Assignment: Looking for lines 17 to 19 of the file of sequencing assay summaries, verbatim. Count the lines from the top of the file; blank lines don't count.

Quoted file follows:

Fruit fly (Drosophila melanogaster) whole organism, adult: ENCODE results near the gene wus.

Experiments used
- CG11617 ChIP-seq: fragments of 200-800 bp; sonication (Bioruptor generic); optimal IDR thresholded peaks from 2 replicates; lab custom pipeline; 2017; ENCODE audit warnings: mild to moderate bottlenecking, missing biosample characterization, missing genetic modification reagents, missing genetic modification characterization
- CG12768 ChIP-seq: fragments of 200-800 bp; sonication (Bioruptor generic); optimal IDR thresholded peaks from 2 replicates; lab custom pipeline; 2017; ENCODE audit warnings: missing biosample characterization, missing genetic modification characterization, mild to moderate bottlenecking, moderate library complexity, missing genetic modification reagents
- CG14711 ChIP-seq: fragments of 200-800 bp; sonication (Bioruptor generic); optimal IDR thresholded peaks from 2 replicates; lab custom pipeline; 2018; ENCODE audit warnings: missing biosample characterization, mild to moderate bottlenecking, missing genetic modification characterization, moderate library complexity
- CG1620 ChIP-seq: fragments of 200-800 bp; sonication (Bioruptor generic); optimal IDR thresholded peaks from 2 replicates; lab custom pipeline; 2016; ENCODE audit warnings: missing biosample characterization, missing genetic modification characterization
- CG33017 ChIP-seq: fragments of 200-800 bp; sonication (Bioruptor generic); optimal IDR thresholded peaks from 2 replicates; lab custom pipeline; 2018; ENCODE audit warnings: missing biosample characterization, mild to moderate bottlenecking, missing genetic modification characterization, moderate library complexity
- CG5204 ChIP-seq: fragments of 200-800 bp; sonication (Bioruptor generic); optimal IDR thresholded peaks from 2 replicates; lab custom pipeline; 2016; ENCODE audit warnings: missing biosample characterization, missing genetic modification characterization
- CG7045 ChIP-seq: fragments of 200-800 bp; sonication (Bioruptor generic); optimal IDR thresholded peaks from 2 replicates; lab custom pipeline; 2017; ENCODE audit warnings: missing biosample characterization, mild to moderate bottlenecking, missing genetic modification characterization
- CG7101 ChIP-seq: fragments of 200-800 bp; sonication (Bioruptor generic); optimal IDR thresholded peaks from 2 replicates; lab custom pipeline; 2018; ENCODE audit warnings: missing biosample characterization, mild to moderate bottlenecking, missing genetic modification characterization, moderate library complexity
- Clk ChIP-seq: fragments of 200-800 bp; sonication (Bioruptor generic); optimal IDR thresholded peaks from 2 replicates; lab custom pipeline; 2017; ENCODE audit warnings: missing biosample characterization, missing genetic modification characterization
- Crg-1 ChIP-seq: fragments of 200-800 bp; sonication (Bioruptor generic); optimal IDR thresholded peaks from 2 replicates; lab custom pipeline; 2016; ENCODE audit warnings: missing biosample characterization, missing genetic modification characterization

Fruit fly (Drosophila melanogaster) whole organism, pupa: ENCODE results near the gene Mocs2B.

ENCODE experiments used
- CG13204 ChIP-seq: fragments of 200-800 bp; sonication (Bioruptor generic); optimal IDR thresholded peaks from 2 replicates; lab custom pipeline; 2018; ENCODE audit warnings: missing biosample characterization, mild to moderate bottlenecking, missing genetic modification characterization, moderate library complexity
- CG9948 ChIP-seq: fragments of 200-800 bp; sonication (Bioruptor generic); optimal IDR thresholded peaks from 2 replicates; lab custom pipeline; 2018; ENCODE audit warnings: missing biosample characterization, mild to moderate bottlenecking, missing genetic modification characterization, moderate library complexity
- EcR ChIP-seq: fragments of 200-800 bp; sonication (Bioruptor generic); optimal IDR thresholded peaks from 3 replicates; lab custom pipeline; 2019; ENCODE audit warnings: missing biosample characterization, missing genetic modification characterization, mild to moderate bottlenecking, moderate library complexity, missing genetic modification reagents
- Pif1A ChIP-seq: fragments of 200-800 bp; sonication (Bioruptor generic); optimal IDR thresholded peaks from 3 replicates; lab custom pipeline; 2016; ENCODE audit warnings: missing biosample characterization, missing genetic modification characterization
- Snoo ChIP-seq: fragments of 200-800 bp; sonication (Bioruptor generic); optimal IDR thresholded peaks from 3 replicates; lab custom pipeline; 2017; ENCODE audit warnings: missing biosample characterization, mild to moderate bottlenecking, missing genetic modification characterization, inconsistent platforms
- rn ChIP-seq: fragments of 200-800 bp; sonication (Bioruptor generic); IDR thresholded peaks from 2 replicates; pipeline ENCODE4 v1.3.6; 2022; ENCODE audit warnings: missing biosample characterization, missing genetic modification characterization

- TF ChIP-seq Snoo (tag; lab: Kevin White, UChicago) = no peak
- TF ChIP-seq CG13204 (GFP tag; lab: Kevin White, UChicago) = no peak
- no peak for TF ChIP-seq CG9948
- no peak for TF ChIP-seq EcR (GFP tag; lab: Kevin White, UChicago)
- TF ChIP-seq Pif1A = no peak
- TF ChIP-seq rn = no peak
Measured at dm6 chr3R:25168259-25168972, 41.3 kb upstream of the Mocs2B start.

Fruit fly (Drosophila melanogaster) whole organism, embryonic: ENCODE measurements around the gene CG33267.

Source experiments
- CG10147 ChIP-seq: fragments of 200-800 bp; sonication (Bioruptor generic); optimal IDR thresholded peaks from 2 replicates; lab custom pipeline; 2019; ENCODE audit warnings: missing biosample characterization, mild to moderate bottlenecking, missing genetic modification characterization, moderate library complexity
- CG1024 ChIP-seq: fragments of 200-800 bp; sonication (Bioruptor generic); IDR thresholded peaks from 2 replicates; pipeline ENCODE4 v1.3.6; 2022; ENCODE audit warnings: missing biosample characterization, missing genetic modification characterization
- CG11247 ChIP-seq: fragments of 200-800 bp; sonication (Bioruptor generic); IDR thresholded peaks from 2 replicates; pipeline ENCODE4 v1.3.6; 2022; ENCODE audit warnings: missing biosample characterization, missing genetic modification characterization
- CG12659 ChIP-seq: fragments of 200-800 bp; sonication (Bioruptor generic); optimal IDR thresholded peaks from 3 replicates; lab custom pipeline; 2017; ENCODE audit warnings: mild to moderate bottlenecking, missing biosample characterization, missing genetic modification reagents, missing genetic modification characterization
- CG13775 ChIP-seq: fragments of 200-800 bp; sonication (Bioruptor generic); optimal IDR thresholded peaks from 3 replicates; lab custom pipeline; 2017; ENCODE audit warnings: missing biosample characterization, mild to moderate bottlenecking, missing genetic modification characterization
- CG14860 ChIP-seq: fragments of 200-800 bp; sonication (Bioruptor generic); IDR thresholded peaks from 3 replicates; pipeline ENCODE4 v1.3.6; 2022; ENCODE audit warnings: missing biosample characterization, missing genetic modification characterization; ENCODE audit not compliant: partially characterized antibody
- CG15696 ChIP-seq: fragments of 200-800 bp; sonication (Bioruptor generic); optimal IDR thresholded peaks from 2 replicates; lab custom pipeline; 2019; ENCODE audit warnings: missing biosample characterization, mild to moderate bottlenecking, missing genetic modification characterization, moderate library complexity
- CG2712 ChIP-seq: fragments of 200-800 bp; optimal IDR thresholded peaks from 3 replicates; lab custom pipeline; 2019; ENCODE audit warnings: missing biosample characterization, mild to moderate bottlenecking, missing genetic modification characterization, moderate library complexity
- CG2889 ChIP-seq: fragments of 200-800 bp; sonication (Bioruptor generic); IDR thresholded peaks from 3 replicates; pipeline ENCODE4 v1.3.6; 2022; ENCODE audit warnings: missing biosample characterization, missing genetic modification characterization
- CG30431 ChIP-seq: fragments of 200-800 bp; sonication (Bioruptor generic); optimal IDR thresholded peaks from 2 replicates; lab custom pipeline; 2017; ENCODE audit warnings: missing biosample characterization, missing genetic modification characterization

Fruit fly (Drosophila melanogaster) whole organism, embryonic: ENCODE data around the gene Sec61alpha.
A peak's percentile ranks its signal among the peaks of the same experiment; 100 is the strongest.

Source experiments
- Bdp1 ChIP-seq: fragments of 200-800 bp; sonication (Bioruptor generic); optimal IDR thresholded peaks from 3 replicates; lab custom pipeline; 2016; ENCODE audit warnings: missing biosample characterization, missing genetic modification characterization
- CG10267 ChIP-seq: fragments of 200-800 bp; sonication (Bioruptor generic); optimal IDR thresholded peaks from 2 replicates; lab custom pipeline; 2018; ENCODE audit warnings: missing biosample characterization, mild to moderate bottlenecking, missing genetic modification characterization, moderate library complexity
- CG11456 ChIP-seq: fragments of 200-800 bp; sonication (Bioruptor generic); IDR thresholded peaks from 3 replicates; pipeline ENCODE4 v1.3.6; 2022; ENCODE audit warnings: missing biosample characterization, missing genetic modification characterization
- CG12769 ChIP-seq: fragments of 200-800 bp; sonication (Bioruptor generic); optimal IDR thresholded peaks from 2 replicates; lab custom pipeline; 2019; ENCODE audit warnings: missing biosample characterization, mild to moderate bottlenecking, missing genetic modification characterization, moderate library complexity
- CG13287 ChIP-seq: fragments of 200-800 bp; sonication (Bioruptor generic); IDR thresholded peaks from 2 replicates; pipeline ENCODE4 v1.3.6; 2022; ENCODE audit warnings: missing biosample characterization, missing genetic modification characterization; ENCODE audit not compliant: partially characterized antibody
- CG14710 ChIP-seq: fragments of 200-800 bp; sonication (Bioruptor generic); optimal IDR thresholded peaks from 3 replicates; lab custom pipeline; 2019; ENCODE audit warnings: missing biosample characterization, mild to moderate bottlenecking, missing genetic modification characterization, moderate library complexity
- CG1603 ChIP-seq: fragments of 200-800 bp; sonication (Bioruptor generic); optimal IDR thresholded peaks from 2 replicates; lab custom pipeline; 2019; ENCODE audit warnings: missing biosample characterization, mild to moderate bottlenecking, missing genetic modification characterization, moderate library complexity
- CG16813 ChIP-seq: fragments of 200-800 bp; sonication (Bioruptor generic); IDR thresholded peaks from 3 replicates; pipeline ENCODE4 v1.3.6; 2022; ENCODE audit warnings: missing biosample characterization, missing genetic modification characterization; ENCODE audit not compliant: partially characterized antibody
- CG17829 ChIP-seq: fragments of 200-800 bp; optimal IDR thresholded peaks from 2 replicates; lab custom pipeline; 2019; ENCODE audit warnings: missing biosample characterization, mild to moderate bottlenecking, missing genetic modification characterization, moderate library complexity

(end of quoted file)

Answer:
- EcR ChIP-seq: fragments of 200-800 bp; sonication (Bioruptor generic); optimal IDR thresholded peaks from 3 replicates; lab custom pipeline; 2019; ENCODE audit warnings: missing biosample characterization, missing genetic modification characterization, mild to moderate bottlenecking, moderate library complexity, missing genetic modification reagents
- Pif1A ChIP-seq: fragments of 200-800 bp; sonication (Bioruptor generic); optimal IDR thresholded peaks from 3 replicates; lab custom pipeline; 2016; ENCODE audit warnings: missing biosample characterization, missing genetic modification characterization
- Snoo ChIP-seq: fragments of 200-800 bp; sonication (Bioruptor generic); optimal IDR thresholded peaks from 3 replicates; lab custom pipeline; 2017; ENCODE audit warnings: missing biosample characterization, mild to moderate bottlenecking, missing genetic modification characterization, inconsistent platforms